This issue of the TAASA Review marks the 70th anniversary of Pakistan’s creation in August 1947 and is the first art journal of its kind to examine its ancient, classical and contemporary art forms. As guest editors, we have aimed to do two things. Firstly, to include as many different art forms as possible: from contemporary miniature painting, to ceramics, performance art and re-examinations of historical architecture, textiles and petroglyphs. Secondly, we hope to highlight the many significant artistic and cultural connections, collaborations and cross-fertilisations between Pakistan and Australia – connections which are ongoing but may not be well known outside of an art cognoscenti.
Although a young nation, Pakistan is the inheritor of ancient and modern fault lines, both artistic and geo-strategic. This complexity, combined with more recent internal and external political tensions, has given rise to an efflorescence in both literature and the visual arts.
Mehreen Chida-Razvi examines Emperor Jahangir’s tomb in the city of Lahore, setting it within its architectural context and highlighting the important but often obscured influence of his wife and Queen, Nur Jahan, in the cenotaph’s design and construction. Taking the idea of a cenotaph, renowned artist and educator, Adeela Suleman, in her recently commissioned work for 4A Centre for Contemporary Asian Art in Sydney, constructs a mesmerising curtain of metal birds to commemorate every death in Karachi whilst making the work. Mikala Tai, Director of the 4A Centre, explains that Suleman’s monument could not keep pace with the number of deaths occurring whilst she was creating the work, and that Suleman with other Pakistani artists are part of The Big Anxiety - a Sydney based project to enable Australians to experience the anxiety and fear of living with trauma and conflict.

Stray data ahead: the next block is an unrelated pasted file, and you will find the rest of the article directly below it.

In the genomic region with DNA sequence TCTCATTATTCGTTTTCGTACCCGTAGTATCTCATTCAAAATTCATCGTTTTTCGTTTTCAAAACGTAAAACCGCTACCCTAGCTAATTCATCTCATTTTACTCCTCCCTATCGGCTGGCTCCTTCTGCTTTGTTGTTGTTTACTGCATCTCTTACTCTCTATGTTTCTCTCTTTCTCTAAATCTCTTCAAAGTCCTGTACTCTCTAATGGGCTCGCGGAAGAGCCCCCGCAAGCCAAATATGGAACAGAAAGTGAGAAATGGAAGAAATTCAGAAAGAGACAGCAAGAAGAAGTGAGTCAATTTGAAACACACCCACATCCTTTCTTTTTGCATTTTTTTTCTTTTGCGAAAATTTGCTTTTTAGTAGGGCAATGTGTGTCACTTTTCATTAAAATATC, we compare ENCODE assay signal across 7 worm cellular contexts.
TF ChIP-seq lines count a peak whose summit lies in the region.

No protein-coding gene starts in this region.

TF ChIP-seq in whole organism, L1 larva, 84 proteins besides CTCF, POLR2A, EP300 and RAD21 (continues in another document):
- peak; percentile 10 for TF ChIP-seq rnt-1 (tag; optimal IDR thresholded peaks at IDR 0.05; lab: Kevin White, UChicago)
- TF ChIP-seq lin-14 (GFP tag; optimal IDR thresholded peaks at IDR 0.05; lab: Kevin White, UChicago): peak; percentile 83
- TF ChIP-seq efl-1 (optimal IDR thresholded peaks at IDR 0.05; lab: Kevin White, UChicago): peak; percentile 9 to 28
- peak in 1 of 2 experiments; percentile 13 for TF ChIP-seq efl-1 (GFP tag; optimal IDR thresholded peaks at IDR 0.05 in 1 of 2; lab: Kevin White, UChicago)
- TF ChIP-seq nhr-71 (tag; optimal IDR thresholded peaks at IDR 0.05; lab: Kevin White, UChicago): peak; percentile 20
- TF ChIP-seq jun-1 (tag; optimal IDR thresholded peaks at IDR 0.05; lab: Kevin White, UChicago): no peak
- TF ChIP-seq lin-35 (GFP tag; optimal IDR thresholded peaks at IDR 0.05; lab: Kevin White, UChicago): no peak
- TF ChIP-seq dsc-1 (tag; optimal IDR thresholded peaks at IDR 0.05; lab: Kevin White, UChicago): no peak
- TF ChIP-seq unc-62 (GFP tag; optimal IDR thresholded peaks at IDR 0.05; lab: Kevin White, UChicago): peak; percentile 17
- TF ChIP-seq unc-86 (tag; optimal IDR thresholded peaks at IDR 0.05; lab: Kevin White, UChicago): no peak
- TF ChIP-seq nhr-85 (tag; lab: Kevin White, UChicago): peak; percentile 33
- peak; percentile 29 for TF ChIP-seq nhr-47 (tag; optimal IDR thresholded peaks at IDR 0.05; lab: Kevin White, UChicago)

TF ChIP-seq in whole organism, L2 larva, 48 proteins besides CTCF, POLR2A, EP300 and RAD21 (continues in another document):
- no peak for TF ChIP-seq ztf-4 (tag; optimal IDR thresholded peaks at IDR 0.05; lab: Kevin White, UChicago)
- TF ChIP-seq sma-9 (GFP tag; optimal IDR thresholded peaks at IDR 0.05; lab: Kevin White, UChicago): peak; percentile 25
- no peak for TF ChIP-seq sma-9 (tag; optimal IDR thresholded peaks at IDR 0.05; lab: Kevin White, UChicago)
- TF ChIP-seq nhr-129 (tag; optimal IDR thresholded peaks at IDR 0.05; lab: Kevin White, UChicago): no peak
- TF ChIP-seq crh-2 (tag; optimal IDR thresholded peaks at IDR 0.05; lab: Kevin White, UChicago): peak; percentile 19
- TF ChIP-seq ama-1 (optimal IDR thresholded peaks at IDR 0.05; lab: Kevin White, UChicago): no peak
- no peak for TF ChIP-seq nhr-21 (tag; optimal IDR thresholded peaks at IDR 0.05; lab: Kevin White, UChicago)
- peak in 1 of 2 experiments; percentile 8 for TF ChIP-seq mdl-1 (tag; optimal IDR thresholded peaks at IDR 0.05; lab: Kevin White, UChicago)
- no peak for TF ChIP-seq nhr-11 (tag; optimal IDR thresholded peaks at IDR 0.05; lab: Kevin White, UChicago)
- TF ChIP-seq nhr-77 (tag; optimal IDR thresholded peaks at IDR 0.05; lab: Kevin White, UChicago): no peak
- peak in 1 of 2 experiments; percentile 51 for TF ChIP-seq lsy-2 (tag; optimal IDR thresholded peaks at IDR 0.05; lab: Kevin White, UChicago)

Trauma is part of the creation of Pakistan, most obviously in the partition of the Punjab. Partition has often dominated and circumscribed much post-1947 art history scholarship. An examination of South Asia’s most recognisable embroidery – the Phulkari baghs of Punjab – uncovers this tendency and attempts to provide another perspective beyond a reductive Pakistan-India lens. Textiles – specifically, a magnificent embroidered tunic from Swat – provides the backdrop for In the Public Domain, where writer and independent researcher, Claudia Hyles, tells how she acquired the dress whilst living in Peshawar more than 20 years ago. The tunic forms part of her large and significant gift of South Asian textiles to the National Gallery of Australia.
Individual artists are at the heart of any cross-cultural exchange and conversation. Australia’s eminent and influential ceramic artist and educator, Merran Esson, has been quietly forging these ties for more than a decade. Esson has nurtured several young Pakistani contemporary artists, including Abdullah M.I Syed, whose performance-based artworks are included in this issue. Abdullah Syed’s own article is a thoughtful exploration of the concept of ‘poetic activism’ which imbues his own and other contemporary Pakistani artists’ works.